• Consider wearing long-sleeved shirts, long pants and socks when outdoors, particularly when mosquitoes are most active at dawn and dusk, or in areas known for having large numbers of mosquitoes.
  • Reduce outdoor exposure at dawn and dusk during peak mosquito periods, usually April through October.
  • Use insect repellents according to the manufacturer’s instructions. An effective repellent will contain DEET, picaridin or oil of lemon eucalyptus. Consult with a pediatrician or family physician if you have questions about the use of repellent on children, as repellent is not recommended for children under the age of two months.

More information about the County’s WNV Control Program is available by calling 717-921-8100.


Last Updated on Saturday, 18 July 2015 07:09

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Missing Teen May Be In Central PA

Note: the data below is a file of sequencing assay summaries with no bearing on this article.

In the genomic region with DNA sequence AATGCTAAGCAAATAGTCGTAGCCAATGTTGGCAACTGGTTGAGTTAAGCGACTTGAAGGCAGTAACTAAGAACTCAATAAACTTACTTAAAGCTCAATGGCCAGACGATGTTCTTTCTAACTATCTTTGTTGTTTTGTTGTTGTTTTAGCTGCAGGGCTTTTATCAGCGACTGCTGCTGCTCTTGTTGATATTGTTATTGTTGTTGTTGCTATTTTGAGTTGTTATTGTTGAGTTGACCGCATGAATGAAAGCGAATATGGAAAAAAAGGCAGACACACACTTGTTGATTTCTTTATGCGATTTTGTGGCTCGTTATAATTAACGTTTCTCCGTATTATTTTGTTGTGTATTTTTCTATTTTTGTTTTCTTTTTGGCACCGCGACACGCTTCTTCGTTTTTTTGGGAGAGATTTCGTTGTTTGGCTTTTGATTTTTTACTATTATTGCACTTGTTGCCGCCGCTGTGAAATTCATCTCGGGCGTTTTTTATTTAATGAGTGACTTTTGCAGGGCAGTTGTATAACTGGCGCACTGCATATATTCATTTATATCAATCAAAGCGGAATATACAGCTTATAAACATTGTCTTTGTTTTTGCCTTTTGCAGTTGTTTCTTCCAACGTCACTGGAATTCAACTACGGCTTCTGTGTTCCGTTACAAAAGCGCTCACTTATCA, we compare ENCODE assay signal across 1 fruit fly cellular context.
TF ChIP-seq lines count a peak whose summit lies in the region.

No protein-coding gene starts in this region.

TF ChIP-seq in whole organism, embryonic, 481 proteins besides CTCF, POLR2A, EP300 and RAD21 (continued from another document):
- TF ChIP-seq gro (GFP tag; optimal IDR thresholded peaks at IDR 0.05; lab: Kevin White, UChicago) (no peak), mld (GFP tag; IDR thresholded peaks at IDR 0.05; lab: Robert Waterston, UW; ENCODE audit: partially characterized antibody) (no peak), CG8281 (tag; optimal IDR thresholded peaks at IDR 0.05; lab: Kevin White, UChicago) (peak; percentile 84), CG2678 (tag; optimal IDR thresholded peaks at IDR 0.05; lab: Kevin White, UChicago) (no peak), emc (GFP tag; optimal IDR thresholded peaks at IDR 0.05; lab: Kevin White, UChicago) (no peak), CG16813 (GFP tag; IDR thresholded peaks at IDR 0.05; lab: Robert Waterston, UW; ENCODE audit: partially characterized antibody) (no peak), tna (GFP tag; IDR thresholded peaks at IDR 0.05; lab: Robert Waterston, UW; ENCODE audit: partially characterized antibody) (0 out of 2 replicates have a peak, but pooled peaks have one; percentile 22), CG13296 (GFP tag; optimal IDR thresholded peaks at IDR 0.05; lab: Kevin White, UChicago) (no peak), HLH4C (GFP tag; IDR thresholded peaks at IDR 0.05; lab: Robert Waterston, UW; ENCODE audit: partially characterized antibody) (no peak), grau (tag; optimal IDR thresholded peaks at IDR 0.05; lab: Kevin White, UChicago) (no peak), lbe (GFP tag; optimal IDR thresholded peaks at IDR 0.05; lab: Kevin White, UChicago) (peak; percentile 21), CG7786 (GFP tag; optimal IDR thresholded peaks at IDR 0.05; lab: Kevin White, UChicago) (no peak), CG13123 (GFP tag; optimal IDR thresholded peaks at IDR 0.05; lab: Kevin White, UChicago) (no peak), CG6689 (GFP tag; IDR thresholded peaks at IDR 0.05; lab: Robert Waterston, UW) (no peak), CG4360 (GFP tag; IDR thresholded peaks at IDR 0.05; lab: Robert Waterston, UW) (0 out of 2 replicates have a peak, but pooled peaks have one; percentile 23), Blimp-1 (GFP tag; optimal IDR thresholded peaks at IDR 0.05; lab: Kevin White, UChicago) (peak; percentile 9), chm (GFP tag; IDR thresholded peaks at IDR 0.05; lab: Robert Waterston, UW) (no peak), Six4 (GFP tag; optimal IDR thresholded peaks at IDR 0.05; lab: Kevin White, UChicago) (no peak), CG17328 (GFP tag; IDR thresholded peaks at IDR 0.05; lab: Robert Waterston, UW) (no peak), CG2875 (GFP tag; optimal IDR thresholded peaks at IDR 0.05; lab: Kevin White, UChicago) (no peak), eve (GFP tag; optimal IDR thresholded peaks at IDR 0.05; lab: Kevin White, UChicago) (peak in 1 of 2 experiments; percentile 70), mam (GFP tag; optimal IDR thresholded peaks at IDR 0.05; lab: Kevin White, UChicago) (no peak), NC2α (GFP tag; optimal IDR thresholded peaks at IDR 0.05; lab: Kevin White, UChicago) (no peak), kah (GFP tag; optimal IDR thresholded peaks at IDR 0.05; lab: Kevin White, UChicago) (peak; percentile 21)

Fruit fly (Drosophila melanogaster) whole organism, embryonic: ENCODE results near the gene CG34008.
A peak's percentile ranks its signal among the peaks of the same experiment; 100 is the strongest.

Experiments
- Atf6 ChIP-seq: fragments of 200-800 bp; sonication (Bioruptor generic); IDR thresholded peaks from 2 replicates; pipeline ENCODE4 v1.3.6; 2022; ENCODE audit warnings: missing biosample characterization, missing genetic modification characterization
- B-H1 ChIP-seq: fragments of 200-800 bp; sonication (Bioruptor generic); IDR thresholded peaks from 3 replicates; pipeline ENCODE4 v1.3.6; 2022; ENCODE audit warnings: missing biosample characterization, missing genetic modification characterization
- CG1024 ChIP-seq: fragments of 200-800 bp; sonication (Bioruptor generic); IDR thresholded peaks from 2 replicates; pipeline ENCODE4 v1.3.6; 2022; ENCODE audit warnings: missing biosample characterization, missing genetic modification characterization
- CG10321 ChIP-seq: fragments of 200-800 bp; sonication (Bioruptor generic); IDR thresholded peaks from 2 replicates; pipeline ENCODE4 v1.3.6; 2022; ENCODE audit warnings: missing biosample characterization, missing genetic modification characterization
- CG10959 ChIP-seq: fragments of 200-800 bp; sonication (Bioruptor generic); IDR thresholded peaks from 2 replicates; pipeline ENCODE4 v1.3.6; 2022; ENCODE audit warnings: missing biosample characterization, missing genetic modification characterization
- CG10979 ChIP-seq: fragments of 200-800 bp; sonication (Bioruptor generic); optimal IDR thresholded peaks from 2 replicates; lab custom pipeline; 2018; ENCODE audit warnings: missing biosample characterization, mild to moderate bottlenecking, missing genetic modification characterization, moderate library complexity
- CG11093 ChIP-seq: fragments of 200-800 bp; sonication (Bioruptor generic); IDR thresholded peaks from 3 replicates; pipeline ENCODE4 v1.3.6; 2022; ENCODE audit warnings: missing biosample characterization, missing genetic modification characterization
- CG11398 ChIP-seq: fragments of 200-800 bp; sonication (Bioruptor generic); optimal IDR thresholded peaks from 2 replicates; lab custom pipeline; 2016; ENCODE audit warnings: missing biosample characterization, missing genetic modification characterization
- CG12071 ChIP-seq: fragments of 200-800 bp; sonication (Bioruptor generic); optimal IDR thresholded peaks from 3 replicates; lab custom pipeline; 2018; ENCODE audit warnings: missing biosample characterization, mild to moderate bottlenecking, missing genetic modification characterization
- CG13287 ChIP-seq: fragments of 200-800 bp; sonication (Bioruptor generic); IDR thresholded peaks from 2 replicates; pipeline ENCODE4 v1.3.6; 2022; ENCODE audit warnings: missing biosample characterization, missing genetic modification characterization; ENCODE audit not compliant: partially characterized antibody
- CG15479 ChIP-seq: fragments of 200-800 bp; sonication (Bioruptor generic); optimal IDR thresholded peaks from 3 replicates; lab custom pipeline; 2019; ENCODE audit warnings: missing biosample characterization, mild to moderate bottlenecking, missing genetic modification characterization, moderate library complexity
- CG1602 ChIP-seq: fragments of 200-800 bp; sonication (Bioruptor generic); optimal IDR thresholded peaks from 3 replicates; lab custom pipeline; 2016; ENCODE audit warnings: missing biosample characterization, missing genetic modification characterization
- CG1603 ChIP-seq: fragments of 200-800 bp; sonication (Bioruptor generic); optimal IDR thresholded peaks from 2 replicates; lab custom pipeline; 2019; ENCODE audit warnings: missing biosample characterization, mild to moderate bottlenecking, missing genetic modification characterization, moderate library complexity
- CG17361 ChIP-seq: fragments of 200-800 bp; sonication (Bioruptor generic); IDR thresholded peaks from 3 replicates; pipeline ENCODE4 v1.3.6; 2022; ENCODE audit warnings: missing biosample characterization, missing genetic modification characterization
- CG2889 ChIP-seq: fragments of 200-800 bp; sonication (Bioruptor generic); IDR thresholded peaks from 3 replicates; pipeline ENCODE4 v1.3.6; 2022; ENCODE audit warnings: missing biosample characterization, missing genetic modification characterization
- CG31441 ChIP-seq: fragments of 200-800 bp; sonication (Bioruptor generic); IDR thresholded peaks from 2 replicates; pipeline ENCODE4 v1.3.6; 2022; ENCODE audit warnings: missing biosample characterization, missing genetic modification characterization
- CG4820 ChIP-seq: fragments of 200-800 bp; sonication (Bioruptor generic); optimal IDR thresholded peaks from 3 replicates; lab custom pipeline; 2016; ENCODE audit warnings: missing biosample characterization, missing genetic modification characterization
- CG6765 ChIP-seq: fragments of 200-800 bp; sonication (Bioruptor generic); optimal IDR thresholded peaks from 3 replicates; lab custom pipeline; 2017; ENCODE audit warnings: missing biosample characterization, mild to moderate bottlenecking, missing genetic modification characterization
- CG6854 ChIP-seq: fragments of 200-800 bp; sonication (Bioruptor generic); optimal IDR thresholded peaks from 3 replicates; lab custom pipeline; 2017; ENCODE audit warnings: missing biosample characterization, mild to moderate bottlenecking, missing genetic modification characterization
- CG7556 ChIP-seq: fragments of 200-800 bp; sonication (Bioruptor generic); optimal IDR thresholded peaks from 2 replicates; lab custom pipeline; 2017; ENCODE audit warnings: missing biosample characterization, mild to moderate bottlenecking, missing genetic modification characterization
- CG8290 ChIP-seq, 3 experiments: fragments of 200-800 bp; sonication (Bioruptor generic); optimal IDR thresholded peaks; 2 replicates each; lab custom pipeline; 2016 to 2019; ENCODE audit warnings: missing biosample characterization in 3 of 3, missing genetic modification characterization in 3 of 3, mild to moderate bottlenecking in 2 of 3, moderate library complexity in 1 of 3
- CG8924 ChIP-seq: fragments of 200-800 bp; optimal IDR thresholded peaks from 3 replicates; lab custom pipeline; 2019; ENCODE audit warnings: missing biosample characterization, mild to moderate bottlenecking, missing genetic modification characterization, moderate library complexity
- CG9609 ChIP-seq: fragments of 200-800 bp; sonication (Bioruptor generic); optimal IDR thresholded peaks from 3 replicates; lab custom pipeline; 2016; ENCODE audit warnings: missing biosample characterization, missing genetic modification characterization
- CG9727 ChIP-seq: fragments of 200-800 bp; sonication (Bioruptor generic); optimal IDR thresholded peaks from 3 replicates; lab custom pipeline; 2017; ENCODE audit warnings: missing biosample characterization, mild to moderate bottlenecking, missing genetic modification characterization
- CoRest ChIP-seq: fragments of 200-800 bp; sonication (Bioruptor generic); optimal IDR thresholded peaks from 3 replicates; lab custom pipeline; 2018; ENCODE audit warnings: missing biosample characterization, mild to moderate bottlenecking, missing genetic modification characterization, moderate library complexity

The National Center for Missing & Exploited Children reports a Maryland teenager may have been in Central PA today.

Tabitha Rosinski, 17, is missing from Frederick, Maryland and was believed to have been in the Harrisburg and Carlisle areas on July 15.

RosinskiThe teenager is believed to be traveling in a white 2004 Subaru Legacy with Maryland license plate 9BG3344 and may be with an adult male.

Rosinski is a white female with red hair and blue eyes, 5 feet 5 inches tall and weighs 115 pounds.

The public is urged to call 1-800-THE-LOST (1-800-843-5678) with any information. Calls may be made anonymously.


Last Updated on Wednesday, 15 July 2015 16:51

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June 28 PA Turnpike Close Notice In Dauphin Co.